Relative rock dating worksheet

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Relative dating is used to arrange geological events, and the rocks they leave behind, in a sequence.The method of reading the order is called stratigraphy (layers of rock are called strata).Oakley (1979) suggested its development meant an almost complete re-writing of the evolution and cultural emergence of the human species.Desmond Clark (1979) wrote that were it not for radiocarbon dating, "we would still be foundering in a sea of imprecisions sometime bred of inspired guesswork but more often of imaginative speculation" (Clark, 1979:7).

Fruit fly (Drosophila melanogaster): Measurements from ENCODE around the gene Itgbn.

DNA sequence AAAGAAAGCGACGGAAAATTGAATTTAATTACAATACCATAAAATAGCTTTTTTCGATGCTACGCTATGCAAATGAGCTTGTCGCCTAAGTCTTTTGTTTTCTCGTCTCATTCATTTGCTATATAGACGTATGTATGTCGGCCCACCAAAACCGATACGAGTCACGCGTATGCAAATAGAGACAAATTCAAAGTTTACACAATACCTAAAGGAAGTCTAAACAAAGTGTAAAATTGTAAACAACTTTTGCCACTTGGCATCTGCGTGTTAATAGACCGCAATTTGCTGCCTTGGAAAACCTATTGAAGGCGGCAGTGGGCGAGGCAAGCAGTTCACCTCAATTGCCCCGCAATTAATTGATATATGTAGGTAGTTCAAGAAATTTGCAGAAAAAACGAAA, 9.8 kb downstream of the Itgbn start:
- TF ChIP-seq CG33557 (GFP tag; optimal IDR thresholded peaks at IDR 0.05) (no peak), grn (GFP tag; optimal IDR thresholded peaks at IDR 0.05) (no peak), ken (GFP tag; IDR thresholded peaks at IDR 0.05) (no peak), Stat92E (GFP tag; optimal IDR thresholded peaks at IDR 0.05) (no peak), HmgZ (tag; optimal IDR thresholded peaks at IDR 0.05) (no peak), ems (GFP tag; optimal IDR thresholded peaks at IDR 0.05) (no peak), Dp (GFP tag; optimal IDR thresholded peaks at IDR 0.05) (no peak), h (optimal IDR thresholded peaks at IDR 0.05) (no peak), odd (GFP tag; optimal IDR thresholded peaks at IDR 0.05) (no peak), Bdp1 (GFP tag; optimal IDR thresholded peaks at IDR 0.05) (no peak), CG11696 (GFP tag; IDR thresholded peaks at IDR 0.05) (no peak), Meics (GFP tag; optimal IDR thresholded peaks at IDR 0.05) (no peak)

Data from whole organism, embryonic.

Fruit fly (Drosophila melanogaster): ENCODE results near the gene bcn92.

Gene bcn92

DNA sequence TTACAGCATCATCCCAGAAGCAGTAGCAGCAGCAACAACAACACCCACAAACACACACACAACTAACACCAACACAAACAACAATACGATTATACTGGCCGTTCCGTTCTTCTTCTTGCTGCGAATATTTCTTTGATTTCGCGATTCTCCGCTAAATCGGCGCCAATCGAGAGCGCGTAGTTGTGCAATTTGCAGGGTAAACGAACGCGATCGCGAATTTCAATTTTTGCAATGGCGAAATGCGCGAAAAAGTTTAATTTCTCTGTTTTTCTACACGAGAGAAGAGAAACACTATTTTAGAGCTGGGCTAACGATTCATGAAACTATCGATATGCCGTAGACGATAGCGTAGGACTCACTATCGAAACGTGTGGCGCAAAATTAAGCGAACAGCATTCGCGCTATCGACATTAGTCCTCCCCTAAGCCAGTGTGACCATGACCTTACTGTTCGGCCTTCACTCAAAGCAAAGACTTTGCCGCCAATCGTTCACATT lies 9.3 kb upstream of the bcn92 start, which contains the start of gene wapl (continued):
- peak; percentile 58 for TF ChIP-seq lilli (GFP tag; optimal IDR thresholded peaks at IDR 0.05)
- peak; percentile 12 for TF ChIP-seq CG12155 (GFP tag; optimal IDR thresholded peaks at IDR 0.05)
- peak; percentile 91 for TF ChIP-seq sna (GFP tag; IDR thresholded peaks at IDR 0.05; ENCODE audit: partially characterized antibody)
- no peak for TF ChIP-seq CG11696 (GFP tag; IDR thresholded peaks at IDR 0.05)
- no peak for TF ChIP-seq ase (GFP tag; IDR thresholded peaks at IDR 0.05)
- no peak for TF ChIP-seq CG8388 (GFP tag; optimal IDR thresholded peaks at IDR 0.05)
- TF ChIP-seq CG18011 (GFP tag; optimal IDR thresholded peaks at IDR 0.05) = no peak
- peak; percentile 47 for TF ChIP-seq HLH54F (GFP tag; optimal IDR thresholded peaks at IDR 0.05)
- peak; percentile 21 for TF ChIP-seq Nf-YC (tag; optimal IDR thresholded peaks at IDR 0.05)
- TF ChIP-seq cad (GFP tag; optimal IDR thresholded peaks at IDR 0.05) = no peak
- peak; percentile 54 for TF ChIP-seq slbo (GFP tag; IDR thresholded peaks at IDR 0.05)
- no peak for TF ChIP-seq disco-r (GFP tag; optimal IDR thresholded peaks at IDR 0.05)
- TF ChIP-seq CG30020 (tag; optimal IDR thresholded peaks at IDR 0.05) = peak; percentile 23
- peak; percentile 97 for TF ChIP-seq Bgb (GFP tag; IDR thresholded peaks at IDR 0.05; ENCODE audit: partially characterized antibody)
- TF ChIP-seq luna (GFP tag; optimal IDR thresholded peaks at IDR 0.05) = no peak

There are two basic approaches: relative age dating, and absolute age dating.Geologists have studied the order in which fossils appeared and disappeared through time and rocks. Fossils can help to match rocks of the same age, even when you find those rocks a long way apart.This matching process is called correlation, which has been an important process in constructing geological timescales.Relative age dating also means paying attention to crosscutting relationships.Say for example that a volcanic dike, or a fault, cuts across several sedimentary layers, or maybe through another volcanic rock type.Writing of the European Upper Palaeolithic, Movius (1960) concluded that "time alone is the lens that can throw it into focus".

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